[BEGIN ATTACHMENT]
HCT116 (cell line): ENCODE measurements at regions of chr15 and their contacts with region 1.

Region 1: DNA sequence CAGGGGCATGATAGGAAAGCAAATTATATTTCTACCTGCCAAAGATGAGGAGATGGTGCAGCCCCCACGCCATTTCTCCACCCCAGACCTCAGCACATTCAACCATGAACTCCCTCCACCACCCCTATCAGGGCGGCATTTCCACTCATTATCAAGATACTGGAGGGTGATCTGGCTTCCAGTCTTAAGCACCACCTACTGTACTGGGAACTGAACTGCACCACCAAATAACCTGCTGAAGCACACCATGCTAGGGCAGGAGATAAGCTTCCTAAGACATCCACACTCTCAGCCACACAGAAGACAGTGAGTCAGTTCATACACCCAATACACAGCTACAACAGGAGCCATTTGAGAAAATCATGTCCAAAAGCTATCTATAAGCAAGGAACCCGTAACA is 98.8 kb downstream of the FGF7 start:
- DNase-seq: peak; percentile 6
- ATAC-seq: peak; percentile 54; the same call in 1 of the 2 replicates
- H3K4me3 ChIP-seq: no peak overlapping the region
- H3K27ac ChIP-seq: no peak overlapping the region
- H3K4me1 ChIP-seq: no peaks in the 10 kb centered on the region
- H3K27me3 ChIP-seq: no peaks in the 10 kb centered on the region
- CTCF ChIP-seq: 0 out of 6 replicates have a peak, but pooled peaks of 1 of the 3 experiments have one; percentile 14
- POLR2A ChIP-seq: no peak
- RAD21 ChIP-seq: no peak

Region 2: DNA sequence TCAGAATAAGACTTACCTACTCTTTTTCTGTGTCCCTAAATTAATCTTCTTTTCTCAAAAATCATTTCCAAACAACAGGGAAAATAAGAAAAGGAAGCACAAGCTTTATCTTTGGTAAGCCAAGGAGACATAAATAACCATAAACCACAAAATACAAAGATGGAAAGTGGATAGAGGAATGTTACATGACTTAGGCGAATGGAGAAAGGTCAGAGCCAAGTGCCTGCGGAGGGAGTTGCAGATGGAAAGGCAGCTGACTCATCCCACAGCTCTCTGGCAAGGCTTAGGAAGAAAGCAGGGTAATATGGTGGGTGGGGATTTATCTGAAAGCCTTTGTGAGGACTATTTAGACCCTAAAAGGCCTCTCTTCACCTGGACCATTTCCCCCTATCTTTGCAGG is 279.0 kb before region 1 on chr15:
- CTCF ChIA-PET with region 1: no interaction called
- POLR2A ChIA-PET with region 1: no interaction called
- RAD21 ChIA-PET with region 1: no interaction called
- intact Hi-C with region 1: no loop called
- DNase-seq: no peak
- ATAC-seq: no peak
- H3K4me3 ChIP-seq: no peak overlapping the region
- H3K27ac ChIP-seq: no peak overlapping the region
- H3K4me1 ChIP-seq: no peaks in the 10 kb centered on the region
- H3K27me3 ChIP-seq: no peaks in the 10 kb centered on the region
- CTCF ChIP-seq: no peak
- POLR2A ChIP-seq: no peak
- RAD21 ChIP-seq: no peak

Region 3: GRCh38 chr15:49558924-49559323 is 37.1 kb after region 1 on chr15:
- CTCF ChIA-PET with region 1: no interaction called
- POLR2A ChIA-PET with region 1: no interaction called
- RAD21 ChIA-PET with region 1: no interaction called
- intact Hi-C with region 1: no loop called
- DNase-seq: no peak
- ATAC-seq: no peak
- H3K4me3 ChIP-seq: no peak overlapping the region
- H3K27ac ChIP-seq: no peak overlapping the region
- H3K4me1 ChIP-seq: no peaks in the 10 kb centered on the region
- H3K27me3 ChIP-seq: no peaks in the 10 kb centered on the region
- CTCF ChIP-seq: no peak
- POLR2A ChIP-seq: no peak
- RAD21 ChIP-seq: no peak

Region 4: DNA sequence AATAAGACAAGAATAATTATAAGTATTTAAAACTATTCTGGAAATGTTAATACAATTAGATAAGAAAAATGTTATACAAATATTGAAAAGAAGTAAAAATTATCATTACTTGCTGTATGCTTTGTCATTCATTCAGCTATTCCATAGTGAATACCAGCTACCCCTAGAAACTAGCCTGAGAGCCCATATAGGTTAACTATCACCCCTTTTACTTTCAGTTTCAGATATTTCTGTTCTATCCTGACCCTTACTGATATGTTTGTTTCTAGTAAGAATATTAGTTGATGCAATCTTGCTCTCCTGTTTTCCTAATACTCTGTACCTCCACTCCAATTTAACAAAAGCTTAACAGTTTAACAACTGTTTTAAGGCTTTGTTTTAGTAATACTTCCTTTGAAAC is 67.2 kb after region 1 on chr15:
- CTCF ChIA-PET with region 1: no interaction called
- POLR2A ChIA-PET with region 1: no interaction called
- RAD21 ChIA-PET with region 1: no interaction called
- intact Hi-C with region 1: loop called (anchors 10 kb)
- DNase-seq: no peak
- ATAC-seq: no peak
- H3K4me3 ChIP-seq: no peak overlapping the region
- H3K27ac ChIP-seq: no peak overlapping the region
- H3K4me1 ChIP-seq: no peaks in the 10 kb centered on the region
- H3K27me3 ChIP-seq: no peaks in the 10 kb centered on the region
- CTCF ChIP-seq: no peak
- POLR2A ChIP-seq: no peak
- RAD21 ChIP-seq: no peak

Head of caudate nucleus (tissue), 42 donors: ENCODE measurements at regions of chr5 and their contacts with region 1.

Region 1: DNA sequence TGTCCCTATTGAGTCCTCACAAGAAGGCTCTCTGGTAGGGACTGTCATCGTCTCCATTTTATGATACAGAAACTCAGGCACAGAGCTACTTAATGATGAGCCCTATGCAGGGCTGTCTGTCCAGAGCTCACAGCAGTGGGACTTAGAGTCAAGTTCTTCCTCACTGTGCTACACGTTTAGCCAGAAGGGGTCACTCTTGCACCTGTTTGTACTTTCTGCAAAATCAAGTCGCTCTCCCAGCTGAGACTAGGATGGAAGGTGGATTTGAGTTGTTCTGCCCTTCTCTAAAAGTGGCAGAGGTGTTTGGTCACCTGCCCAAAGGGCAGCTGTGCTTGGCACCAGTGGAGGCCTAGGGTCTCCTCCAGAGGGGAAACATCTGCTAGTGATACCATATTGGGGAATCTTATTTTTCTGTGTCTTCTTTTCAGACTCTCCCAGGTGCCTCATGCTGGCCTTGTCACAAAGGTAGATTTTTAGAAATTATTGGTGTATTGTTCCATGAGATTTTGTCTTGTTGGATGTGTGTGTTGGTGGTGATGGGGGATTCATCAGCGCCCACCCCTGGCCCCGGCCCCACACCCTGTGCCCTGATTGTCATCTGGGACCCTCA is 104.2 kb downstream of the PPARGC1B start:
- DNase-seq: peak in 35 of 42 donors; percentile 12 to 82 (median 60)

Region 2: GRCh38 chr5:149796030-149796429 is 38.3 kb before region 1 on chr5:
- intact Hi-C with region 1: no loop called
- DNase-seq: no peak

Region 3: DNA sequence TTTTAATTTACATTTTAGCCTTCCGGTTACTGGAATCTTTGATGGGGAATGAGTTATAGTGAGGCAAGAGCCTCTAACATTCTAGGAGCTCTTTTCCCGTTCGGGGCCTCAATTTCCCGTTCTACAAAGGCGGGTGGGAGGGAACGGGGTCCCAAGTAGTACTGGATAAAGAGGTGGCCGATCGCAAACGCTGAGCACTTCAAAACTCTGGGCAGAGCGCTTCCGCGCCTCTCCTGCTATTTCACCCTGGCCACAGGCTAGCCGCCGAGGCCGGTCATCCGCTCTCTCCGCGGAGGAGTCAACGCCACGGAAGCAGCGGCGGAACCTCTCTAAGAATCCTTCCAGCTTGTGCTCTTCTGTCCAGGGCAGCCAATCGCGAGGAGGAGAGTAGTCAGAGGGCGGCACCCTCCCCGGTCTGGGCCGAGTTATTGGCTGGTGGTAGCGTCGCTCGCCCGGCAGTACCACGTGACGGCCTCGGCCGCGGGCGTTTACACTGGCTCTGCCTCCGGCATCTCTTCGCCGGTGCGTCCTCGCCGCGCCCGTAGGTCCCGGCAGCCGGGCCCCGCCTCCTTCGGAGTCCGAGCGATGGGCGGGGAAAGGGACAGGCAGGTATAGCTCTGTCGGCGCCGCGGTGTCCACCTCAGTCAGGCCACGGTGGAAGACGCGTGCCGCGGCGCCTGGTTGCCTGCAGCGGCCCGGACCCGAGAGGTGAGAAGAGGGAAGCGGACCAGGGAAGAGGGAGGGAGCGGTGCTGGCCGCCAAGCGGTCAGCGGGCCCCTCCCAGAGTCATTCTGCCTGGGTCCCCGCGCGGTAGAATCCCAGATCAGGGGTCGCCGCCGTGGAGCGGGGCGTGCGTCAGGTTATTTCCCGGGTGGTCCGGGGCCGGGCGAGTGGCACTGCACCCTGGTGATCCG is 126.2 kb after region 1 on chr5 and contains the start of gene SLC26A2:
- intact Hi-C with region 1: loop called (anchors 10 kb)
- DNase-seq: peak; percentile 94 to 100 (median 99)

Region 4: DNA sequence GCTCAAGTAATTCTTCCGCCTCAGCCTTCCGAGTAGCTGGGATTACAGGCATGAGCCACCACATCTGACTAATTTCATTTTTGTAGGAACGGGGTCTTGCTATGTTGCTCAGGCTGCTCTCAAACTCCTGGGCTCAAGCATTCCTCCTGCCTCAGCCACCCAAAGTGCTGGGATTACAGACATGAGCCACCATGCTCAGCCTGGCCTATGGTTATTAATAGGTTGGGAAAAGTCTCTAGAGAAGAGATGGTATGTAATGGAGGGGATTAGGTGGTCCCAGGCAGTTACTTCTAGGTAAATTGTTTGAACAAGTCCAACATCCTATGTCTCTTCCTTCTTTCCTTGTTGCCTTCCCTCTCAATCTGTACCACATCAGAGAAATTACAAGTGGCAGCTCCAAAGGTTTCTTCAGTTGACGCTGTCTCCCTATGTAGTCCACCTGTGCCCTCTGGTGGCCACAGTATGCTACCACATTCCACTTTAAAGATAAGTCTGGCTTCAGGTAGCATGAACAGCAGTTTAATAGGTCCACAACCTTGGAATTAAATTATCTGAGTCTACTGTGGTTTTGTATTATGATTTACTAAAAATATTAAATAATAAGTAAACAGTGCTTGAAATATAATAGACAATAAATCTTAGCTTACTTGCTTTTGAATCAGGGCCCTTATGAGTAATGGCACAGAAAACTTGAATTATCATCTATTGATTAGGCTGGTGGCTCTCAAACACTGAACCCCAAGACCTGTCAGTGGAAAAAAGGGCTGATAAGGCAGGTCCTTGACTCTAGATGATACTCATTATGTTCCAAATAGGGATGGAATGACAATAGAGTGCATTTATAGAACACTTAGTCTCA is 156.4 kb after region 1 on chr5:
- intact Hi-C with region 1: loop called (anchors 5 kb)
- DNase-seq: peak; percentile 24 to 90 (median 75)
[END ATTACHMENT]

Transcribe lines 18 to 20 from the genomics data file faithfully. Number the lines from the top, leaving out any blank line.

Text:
- ATAC-seq: no peak
- H3K4me3 ChIP-seq: no peak overlapping the region
- H3K27ac ChIP-seq: no peak overlapping the region